Florence mayor set to become Italy's premier
FRANCES D'EMILIO AND NICOLE WINFIELD
Italy's president has asked the brash young leader of the Democratic Party, Matteo Renzi, to try to form a new government after Renzi managed to oust the previous premier in a power grab.
Renzi, the 39-year-old mayor of Florence, met for more than an hour with President Giorgio Napolitano. Afterward he said he would go to work immediately on forging a new coalition, with talks with potential partners formally beginning on Tuesday.
Renzi said he would need a "few days" before seeing whether he can succeed.
But he told reporters by the end of the month he would propose new legislation to reform Italy's electoral law to make the country more governable. By March, he promised new measures to create jobs in a country where 40 per cent of young people are without work. April and May would bring other reforms, he vowed.
"I will put all the courage, energy, and enthusiasm I can muster to deal with the most important emergency: that of the labor market," he said after the meeting.
Renzi had orchestrated a mutiny within the Democratic Party to oust Enrico Letta as premier last week, accusing him of failing to jumpstart Italy's economy, even though Italy reported its first positive GDP in nearly three years that same week.
Renzi's first challenge is to form a coalition government that can win confidence votes in both houses of Parliament. That's no easy task, given that his aggressive power-grab has alienated even some within his own Democratic Party.
Outside the Quirinale palace on Monday, the small center-right Italy Brothers party staged a protest shouting "Elections! Elections!" The party's leaders were incensed that Renzi was likely to become Italy's next premier without having ever run in a national election.
He would be the third straight premier to get the job that way.
More importantly, the New Center Right party of Angelino Alfano, who had served as Letta's deputy premier, is holding off on giving Renzi his support until he sees the premier designate's plan of action.
Silvio Berlusconi's much larger Forza Italia party has said it would remain in opposition, while the anti-establishment 5 Star Movement has boycotted the transition process altogether.
WHERE DID HE COME FROM?
Renzi is a politician from Tuscany with — in his own words — oversized ambition. Just a decade ago, he was elected to his first post, president of Florence province. In 2009 Florentines elected him their mayor. His campaign slogan in the local Democratic Party primary for that post: "Either I change Florence or I change careers."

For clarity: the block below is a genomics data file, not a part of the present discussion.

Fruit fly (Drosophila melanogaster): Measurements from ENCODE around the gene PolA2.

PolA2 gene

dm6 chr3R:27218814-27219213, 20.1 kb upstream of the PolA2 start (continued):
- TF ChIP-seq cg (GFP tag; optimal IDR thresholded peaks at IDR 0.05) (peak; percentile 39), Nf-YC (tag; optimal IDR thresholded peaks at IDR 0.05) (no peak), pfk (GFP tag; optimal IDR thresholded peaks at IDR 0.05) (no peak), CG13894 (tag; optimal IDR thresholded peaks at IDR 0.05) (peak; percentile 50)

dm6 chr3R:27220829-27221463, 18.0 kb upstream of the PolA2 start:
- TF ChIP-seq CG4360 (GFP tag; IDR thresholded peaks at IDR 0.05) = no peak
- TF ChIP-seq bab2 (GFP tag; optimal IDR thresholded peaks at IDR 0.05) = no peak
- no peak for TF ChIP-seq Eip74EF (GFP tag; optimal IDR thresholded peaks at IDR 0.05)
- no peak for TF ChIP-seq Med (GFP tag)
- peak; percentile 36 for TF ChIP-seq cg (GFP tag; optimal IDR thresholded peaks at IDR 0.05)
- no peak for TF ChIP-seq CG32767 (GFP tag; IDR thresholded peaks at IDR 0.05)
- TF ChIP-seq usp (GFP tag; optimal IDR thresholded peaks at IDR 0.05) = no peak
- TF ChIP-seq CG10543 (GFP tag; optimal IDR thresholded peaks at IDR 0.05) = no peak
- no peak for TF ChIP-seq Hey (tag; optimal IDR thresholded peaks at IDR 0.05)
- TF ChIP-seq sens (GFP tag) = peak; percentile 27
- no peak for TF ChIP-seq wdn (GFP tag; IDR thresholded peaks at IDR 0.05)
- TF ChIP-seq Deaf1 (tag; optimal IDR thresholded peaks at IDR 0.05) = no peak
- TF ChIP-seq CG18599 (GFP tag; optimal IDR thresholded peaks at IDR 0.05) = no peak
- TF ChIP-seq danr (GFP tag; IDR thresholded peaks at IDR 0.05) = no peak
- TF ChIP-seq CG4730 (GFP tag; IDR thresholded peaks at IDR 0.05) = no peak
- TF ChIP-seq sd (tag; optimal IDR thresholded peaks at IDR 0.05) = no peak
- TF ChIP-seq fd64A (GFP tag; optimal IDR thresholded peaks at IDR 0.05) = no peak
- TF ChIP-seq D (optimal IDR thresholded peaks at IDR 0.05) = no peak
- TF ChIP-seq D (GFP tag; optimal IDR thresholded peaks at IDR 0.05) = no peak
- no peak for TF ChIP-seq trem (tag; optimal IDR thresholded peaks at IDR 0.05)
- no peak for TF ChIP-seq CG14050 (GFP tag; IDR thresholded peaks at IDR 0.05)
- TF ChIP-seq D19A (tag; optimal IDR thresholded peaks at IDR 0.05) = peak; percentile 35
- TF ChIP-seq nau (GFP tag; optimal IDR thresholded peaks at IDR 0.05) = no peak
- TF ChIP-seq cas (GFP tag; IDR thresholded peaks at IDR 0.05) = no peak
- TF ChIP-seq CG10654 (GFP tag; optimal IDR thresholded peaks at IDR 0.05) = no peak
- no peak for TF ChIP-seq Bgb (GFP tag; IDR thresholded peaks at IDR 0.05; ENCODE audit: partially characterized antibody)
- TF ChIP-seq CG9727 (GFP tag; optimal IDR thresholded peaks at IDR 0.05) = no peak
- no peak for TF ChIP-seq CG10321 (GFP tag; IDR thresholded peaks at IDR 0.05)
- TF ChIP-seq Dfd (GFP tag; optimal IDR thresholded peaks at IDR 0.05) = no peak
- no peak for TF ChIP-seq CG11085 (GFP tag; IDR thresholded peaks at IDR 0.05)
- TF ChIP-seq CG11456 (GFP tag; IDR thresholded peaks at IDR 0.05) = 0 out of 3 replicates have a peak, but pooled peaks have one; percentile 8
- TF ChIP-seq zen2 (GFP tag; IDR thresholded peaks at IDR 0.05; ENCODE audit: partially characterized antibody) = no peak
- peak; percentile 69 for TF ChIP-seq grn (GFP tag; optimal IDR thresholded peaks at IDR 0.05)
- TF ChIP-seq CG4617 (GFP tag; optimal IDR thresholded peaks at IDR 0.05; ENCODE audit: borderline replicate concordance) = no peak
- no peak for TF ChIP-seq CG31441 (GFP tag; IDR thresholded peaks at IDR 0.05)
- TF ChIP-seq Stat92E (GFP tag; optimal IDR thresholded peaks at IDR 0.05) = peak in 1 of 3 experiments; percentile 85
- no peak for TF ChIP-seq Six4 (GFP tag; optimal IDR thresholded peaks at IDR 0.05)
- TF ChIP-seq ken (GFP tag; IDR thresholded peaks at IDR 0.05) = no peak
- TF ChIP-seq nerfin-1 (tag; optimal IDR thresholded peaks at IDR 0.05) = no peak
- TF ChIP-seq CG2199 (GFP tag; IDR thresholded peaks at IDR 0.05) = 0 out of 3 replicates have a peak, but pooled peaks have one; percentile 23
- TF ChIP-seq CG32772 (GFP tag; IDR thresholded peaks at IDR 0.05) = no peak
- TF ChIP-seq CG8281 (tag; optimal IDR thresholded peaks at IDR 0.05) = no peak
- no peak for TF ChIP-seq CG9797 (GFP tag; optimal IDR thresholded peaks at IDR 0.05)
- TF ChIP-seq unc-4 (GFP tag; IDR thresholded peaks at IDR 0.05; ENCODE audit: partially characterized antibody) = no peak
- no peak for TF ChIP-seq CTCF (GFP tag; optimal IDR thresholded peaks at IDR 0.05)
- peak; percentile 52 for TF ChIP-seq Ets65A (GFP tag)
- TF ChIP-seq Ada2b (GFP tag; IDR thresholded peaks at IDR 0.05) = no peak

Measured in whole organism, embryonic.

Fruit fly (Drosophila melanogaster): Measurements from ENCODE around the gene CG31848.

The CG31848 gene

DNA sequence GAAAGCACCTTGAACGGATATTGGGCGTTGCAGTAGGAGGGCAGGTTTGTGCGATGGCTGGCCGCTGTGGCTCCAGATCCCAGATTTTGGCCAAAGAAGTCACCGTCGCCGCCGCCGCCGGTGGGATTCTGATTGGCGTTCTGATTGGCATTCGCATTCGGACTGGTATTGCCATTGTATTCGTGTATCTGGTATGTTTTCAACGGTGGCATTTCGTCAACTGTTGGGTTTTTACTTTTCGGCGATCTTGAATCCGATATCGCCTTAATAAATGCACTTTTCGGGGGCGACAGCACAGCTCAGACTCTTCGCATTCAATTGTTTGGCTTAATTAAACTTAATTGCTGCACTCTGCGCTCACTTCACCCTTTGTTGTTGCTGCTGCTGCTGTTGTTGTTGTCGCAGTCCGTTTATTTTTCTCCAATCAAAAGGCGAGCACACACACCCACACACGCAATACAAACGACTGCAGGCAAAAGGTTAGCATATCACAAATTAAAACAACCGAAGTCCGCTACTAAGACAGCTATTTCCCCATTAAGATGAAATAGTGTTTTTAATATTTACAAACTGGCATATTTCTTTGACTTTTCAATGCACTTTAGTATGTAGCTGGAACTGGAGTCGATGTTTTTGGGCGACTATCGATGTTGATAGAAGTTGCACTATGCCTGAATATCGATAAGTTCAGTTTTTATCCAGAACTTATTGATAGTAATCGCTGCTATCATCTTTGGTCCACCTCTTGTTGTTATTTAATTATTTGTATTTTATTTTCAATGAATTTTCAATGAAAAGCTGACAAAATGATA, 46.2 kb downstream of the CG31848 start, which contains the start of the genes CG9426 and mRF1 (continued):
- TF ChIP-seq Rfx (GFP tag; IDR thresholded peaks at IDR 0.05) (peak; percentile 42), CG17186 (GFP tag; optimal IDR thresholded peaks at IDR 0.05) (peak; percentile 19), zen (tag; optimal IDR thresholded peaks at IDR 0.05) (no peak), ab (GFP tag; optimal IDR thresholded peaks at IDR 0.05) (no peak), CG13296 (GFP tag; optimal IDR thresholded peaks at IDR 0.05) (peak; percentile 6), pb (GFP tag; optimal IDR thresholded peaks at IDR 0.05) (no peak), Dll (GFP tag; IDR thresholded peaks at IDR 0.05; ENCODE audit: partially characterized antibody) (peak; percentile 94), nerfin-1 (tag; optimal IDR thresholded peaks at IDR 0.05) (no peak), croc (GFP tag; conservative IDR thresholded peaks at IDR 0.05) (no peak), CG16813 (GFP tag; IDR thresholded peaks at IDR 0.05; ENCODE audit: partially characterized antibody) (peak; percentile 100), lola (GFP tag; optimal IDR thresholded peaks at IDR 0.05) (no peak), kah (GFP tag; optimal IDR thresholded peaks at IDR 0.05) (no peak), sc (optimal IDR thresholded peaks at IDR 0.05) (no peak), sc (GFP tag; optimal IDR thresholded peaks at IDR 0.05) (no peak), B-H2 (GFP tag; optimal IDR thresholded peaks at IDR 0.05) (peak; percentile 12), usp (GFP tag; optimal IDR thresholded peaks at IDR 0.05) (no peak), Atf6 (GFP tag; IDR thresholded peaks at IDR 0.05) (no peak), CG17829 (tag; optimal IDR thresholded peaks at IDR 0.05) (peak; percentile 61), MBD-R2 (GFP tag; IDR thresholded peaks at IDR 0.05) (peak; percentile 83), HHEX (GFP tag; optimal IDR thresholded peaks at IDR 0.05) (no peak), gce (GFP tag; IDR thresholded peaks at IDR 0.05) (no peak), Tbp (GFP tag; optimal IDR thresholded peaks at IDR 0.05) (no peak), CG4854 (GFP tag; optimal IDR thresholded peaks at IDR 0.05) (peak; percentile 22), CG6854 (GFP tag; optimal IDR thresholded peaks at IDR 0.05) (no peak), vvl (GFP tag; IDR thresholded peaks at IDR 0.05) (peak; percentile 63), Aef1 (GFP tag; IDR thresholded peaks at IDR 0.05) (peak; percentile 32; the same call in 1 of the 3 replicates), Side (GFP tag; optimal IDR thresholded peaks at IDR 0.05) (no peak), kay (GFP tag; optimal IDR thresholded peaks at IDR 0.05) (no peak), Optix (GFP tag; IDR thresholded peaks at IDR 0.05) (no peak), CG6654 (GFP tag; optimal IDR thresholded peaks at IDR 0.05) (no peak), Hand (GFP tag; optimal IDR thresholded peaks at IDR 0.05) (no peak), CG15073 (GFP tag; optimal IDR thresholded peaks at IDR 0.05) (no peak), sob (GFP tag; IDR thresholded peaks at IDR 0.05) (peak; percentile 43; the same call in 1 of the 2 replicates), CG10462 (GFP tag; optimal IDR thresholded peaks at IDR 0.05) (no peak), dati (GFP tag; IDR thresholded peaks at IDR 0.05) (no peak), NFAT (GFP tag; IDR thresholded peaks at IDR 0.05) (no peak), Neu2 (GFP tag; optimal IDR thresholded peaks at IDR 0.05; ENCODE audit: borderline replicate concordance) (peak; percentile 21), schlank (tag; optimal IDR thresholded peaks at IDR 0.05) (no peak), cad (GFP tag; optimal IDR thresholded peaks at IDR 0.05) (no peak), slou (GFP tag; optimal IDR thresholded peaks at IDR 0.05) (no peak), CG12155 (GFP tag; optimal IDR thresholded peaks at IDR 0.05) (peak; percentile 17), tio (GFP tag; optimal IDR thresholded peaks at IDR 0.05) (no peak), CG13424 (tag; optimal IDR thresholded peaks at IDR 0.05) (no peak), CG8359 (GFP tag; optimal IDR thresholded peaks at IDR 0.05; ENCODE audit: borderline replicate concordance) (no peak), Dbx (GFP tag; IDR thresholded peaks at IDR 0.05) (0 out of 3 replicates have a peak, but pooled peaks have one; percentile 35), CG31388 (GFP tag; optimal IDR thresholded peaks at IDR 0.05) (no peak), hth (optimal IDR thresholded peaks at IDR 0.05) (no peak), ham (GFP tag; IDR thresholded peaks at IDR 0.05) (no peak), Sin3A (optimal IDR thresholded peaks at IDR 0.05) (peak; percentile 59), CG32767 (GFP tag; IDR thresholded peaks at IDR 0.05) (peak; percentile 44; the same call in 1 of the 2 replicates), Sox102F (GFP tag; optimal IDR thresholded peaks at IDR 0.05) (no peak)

CLAIM TO FAME
If Renzi succeeds in cobbling together a coalition government, he will, at age 39, be the youngest premier among the dozens who have led often "revolving door" governments in Italy since the end of World War II. Detractors who consider Renzi power hungry note that Fascist dictator Benito Mussolini was the same age in 1922 when asked by Italy's king to put together a Cabinet.
Renzi raised eyebrows last month when he cut a deal on crucial electoral reform with his party's arch enemy — Silvio Berlusconi, the disgraced former premier now banned from holding public office because of a tax fraud conviction. One reason why Berlusconi ventured into the enemy's den: Renzi's not a former Communist like many prominent figures in the Democratic Party. Berlusconi loathes Communists.
Baby-faced Renzi is one of a handful of Italian politicians in the postwar era who wasn't serving in Parliament when asked to form a government. For many Italians fed up with the entrenched and largely geriatric political class that's a breath of fresh air.
Like many of his fellow Tuscans, he has a sharp tongue. He also speaks in sound bites Italians can readily understand instead of the often convoluted sentences Italian politicians favor to avoid saying much of substance.
One of the hashtags Renzi coined that has entered everyday Italian lingo is "rottamare," a verb meaning "consign to the junk heap." Renzi is vowing to chuck Italy's sclerotic politicians who vow to get Italy working again but never do. When he gave the heave-ho to outgoing premier Enrico Letta, a fellow Democrat, jokes popped up saying Renzi had gotten carried away and sent his own ally to the junkyard.
Renzi credits his many years in the Boy Scouts for his leadership qualities. Critics, stunned by how he promised Letta he'd never take power without elections, then ousted the premier a few days later, wisecracked that Renzi might come up short in the Scouts' loyalty quality department. Another hero is Tony Blair. Months before Renzi won his party's leadership, Renzi paraphrased the former British prime minister, saying: "I love all the traditions of my party, except one: losing elections."
In Florence, he darted between mayoral appointments the way many Florentines move in their Renaissance city — on bicycle. Since becoming the top Democrat in December, Renzi has been commuting on the "Freccia Rossa" (Red Arrow) high-speed trains that link Florence to Rome.
The chauffeur-driven dark blue sedans that politicians use to cruise around Rome have long become a hated symbol of what people see as a parasitic political class. Renzi has shunned such trappings of power — at least until recently. He was spotted this week being driven in a dark sedan when he came to party headquarters to pull the plug on Letta's coalition.
NO. 1 ADMIRER
While Renzi has many enemies in his own center-left camp, he appears to have one unlikely fan on the right: Berlusconi — who has described Renzi as the only politician out there who would be able to beat him in elections.
THE RENZI LOOK
White shirt, sleeves rolled up, no jacket, no tie — unless, maybe, when you're meeting the president. For TV talk shows, snug, low-fitting dark jeans, a short black leather jacket and short boots. Another must: cell phone in hand to tweet with even while you're giving a televised speech.